This cybercynic awaits some opensource alternatives to Facebook.
Cybercynic in Silicon Valley

Posted by: SobriQuet1 | May 17, 2010 11:14 AM | Report abuse

I'm gone as well. It was becoming too aggravating to keep up with the constant changes and privacy policy updates/settings. For me the last straw was seeing my Facebook profile picture show up on other websites that Facebook decided to share my information with. I also was not happy with the "make public" or delete option with respect to the profile information. Anyone else find it somewhat ironic that you can "like" this article on Facebook? Huge opening for another website that can win people's trust. I did enjoying keeping easy track of friends and sharing photos.

Posted by: behemoth98 | May 17, 2010 11:35 AM | Report abuse

We haven't had any issues with FB, but we never joined. What was the point? If you think that you need to be on FB to validate your existence, then be prepared for the consequences.

Posted by: xraywp | May 17, 2010 11:36 AM | Report abuse

Zuckerberg can sit on my Facebook....and rotate.

Posted by: angelos_peter | May 17, 2010 11:55 AM | Report abuse

"26-year-old founder Mark Zuckerberg, can't seem to bother to put on a collared shirt, let alone a jacket or tie, before"

...*sigh* old people... It's all about the clothes.

Posted by: Crucialitis | May 17, 2010 12:00 PM | Report abuse

What will be most interesting for some of us will be the next few months as devoted development teams get serious about taking down Facebook.

From a marketing standpoint, it should be even more interesting. Will a new social networking app arise that allows me to grab my Facebook info and take it with me? Will it send out notes to all my Facebook contacts and give them a one-click service to port their own info and post histories to the new service with a "delete Facebook upon receipt" option? I sure hope so!

Nobody's perfect, but Facebook has grown from a cute and cuddly little toy into a raging, ranting, "I know more than you'll ever know" adolescent demon in just a few short years. Kind of like Zuckerberg himself.

Posted by: theMemberShip | May 17, 2010 12:10 PM | Report abuse

Those of you who have a Facebook account have engaged in a Faustian bargain.

In exchange for your soul you have been given "popularity" you never had before. Of course, it is more than you ever expected or wanted. Now you have NO privacy.

Old Scratch knows what he's doing.

Posted by: TheBabu | May 17, 2010 12:43 PM | Report abuse

they need to tell its users of all and any new or changed privacy settings.

also they need to have their site more user friendly to the major browsers out there, "opera, firefox and IE" i cant leave a video greeting on my friends wall, my wall, or when i send a private message , i cant leave a video message either, but it will let me record a video in "my videos" ,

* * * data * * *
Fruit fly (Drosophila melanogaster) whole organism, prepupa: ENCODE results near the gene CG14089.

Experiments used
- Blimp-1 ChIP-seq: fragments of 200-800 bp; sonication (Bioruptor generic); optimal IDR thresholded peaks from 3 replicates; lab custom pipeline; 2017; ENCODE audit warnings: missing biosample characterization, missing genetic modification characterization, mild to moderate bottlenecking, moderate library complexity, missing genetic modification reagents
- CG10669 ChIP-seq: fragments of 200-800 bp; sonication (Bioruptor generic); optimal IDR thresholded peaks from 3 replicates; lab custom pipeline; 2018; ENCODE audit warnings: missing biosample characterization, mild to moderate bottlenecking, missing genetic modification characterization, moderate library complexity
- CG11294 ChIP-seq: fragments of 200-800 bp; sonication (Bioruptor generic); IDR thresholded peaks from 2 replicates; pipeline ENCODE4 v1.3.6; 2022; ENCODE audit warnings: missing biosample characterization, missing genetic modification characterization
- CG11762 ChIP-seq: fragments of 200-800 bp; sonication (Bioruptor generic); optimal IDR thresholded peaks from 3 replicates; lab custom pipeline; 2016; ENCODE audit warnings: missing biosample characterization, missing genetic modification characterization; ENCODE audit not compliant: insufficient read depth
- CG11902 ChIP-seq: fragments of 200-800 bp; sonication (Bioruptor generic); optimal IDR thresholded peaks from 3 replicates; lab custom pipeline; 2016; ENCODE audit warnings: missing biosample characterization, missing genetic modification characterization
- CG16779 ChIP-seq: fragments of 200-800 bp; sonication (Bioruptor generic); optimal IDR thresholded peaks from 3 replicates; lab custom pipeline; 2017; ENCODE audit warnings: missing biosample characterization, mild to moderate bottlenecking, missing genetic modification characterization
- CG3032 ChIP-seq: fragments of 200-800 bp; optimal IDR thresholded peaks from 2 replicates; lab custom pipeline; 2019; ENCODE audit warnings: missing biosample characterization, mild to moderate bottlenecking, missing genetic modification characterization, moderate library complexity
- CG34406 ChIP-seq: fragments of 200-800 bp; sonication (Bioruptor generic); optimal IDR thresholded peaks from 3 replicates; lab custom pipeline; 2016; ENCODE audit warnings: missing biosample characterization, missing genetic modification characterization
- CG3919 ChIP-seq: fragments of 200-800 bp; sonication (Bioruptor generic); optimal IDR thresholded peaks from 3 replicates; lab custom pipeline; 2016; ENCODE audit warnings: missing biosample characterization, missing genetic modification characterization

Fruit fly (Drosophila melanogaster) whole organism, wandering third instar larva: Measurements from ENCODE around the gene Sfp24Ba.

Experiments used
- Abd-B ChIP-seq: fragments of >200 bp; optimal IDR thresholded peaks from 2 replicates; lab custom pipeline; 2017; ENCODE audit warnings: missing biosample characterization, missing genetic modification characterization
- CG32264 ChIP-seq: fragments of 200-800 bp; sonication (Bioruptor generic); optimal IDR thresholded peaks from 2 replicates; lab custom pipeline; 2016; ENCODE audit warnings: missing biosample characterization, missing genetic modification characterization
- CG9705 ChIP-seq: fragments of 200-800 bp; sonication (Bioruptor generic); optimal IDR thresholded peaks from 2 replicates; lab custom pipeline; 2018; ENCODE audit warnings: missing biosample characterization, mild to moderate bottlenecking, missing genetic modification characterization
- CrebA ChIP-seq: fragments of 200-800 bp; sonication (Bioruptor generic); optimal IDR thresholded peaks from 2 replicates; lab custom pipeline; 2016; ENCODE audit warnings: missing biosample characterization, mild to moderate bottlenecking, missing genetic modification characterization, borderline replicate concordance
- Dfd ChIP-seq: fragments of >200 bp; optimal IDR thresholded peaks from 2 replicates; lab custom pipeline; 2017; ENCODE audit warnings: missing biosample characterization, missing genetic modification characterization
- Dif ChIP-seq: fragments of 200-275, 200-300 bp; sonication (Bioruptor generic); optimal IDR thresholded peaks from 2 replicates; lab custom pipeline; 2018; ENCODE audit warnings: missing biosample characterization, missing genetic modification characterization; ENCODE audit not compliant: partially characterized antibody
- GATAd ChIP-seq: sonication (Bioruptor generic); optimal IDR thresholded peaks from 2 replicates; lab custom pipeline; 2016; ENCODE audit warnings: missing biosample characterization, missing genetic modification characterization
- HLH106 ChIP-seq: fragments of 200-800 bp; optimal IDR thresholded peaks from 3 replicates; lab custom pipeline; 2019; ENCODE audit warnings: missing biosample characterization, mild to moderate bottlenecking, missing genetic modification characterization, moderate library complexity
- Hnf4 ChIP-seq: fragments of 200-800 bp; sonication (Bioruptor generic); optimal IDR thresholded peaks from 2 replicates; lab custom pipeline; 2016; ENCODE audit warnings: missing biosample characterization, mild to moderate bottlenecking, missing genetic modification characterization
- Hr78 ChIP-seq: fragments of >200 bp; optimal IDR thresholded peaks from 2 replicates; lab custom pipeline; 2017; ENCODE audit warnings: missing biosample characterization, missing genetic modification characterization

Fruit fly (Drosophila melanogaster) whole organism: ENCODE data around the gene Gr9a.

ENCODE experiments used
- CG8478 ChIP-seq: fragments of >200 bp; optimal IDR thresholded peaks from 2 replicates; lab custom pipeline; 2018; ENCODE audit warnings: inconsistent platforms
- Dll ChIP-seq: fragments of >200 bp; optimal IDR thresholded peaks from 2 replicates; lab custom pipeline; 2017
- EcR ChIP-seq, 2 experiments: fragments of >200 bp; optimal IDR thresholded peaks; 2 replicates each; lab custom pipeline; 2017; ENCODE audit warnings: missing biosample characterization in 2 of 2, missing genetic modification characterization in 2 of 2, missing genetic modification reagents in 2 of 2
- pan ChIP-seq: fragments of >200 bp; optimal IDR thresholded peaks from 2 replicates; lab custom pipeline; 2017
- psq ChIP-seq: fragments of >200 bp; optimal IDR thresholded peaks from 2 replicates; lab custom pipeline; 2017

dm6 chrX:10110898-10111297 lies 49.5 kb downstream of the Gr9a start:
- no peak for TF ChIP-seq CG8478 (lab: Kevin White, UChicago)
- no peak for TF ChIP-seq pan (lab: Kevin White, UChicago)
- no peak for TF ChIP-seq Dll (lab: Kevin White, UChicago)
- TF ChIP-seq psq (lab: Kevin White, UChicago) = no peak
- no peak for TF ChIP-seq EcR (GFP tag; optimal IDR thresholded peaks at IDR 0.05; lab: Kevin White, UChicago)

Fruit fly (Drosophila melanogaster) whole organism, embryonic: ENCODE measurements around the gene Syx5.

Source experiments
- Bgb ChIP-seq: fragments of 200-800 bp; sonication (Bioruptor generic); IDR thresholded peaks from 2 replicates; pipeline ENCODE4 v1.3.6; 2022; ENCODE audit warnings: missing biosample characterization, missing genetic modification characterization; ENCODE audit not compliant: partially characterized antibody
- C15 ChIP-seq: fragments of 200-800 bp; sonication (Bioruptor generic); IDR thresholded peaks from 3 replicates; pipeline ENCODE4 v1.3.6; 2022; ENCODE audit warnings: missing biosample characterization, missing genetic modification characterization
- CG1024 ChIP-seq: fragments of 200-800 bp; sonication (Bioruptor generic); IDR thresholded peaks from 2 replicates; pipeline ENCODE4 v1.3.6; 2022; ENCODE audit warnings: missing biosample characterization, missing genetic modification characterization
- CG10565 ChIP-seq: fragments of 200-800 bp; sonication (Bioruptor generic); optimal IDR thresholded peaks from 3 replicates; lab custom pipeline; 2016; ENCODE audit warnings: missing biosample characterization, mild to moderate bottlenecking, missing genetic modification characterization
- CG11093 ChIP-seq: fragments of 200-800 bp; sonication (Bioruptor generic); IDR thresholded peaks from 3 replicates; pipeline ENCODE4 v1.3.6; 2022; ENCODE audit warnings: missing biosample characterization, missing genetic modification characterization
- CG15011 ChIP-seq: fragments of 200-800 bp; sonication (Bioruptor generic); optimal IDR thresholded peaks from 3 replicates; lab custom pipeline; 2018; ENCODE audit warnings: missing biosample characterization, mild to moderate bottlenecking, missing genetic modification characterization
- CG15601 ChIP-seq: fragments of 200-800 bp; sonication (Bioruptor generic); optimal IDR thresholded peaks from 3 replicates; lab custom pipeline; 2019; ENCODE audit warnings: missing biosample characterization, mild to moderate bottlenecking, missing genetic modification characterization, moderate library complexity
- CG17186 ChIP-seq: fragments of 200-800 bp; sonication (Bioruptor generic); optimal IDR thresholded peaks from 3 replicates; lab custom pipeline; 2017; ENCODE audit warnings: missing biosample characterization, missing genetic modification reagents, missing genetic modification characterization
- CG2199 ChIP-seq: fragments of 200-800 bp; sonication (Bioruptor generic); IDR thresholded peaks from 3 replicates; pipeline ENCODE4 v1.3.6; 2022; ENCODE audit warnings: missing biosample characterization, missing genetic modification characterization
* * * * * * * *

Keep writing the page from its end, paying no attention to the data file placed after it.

plus when i no longer play this game oh lets say "farm ville App game" , that game still keeps my info even after i deleted the app, even if i block it from my page.

also , if you delete your account , close your facebook account, its not completely deleted.

sooooo before you cancle your facebook account , i suggest that you first clean up your page.
delete all photos.
delete all friends.
change your info on your personal profile.
including your name.
change your email log in, to a email thats not important at all.

clean your wall completely

then leave a comment telling every one that "this account is now closed" .

yes this all sounds stupid, but i had to do this before a year ago on some other site.

Posted by: foxylady9802003 | May 17, 2010 1:07 PM | Report abuse

In exchange for your soul you have been given "popularity" you never had before.
--------

um, you're joking right? I was much more popular in college than I am on facebook.

Posted by: bbcrock | May 17, 2010 1:39 PM | Report abuse

For those of you discussing how you need to self-validate on Facebook, not all of us joined for that reason.

Many of my friends primarily communicate through FB. I didn't join because I didn't see the need. And then I moved across the country, and when I came back for a visit I found out a friend of mine had just given birth to triplets. I didn't even know she'd been pregnant, since I wasn't on FB, and that's where she was sharing her news.

So I'm on there, with under 50 friends - they are all actually friends and family. My status updates are all silly, nothing personal, and I don't play any games and have actively blocked most applications.

I still send my friends e-mails or cards and try talking to them on the phone (if they pick up), but mostly, they all spread their news through FB. So I'm on there to keep up with them, not because I want to join X page so someone will name their child Moon Unit Zappa (or whatever the latest thing is going around).

Posted by: Chasmosaur1 | May 17, 2010 1:42 PM | Report abuse

Wow.. youropenbook.org is awesome. The pages don't stop scrolling.. its like a bottomless pit of bits of random peoples' lives.

Posted by: john65001 | May 17, 2010 2:03 PM | Report abuse

There is a need for social networking in todays world. Just not a need for Facebook. This new Diaspora coming out this fall looks like the real deal.

Posted by: MrWillie | May 17, 2010 3:27 PM | Report abuse

What an appropriate name for a CEO of an internet company that wants to take its uncritical, naively trusting subscribers to that place where people get willingly victimized: suckersburg.

Posted by: aardman | May 17, 2010 4:02 PM | Report abuse

Posted by: featheredge99 | May 17, 2010 5:16 PM | Report abuse

OOps. Sorry. One of my links is redundant.

Posted by: featheredge99 | May 17, 2010 5:19 PM | Report abuse

Here's a thought, if you are that super worried about your information, why would you even put it on a web site to begin with? If you don't feel comfortable with putting your info into a FREE social networking site, then don't do it. Don't sit there and debate back and forth whether or not facebook is wrong or arrogant. Let's talk about something real please.